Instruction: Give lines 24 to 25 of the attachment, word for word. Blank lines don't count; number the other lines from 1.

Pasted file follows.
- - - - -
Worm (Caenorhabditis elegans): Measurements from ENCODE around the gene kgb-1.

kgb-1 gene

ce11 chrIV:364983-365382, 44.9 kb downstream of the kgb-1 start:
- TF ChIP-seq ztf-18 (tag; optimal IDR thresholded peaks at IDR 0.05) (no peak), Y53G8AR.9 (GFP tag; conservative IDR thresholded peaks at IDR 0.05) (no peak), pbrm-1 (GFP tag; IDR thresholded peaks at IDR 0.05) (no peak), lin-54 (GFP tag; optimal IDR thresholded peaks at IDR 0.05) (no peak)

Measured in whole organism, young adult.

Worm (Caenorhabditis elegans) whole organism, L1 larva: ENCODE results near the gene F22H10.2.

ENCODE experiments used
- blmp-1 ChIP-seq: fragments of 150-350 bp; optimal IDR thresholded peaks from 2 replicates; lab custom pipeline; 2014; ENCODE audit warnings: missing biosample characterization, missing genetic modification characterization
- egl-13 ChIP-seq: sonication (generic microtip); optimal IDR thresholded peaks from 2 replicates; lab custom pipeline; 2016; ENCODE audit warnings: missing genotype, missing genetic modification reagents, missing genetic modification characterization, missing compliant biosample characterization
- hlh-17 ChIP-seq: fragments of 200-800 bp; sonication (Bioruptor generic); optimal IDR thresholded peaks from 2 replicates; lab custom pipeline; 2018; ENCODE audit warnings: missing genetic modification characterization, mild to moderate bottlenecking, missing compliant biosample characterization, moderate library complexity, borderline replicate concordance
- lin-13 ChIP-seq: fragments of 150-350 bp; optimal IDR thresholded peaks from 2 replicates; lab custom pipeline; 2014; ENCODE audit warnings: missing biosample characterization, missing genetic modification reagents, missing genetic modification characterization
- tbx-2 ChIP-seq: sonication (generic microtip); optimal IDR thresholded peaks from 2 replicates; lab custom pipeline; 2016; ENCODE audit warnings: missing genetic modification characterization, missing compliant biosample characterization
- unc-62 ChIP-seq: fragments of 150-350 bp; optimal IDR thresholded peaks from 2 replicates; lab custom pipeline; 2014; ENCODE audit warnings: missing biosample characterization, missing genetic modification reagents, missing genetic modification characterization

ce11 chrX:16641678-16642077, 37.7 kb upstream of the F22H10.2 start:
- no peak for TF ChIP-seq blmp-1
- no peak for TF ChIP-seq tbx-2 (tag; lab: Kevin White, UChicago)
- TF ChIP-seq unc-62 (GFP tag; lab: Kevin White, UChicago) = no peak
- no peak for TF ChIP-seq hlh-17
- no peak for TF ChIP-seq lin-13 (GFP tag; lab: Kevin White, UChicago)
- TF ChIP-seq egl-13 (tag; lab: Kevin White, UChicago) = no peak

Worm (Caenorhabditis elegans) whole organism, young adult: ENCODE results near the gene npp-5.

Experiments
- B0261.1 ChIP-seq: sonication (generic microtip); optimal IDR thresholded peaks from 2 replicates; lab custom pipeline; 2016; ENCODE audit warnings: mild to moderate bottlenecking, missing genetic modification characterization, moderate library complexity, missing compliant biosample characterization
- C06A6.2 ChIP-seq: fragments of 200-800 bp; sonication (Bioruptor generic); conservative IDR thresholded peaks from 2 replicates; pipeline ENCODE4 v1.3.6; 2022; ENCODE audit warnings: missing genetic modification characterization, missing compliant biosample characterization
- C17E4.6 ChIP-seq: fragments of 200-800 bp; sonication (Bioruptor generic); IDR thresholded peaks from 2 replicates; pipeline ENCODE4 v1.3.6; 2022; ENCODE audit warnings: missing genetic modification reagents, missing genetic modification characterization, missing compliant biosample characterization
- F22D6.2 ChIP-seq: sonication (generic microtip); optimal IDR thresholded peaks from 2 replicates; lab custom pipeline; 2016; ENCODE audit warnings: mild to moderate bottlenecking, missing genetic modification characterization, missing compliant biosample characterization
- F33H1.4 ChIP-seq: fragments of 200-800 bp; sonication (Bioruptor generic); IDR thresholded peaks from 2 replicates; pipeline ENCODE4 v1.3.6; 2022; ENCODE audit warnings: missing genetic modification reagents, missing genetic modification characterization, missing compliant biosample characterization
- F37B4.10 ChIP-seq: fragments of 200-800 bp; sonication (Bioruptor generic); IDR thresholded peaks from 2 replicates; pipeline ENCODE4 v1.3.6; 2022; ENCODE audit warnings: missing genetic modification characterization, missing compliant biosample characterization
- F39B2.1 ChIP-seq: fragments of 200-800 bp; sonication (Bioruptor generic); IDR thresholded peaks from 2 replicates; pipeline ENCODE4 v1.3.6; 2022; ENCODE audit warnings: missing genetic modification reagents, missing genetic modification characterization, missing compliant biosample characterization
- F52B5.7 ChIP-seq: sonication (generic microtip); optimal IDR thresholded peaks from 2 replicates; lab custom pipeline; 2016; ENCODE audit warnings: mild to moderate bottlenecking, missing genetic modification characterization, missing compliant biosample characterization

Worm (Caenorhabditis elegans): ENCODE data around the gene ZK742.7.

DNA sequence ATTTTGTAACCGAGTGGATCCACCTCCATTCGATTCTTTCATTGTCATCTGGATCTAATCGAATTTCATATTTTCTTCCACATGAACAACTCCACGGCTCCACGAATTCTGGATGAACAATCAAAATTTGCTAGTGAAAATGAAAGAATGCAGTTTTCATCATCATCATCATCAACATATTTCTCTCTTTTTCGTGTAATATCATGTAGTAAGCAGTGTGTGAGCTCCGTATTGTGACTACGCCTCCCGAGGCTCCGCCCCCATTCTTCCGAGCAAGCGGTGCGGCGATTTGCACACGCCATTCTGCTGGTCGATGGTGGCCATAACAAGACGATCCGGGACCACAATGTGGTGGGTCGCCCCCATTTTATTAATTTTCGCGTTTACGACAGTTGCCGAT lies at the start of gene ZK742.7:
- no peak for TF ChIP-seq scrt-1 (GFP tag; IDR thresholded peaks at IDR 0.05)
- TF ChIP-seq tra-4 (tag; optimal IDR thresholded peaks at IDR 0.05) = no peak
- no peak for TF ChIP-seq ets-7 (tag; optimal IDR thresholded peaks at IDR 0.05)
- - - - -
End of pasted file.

- C06A6.2 ChIP-seq: fragments of 200-800 bp; sonication (Bioruptor generic); conservative IDR thresholded peaks from 2 replicates; pipeline ENCODE4 v1.3.6; 2022; ENCODE audit warnings: missing genetic modification characterization, missing compliant biosample characterization
- C17E4.6 ChIP-seq: fragments of 200-800 bp; sonication (Bioruptor generic); IDR thresholded peaks from 2 replicates; pipeline ENCODE4 v1.3.6; 2022; ENCODE audit warnings: missing genetic modification reagents, missing genetic modification characterization, missing compliant biosample characterization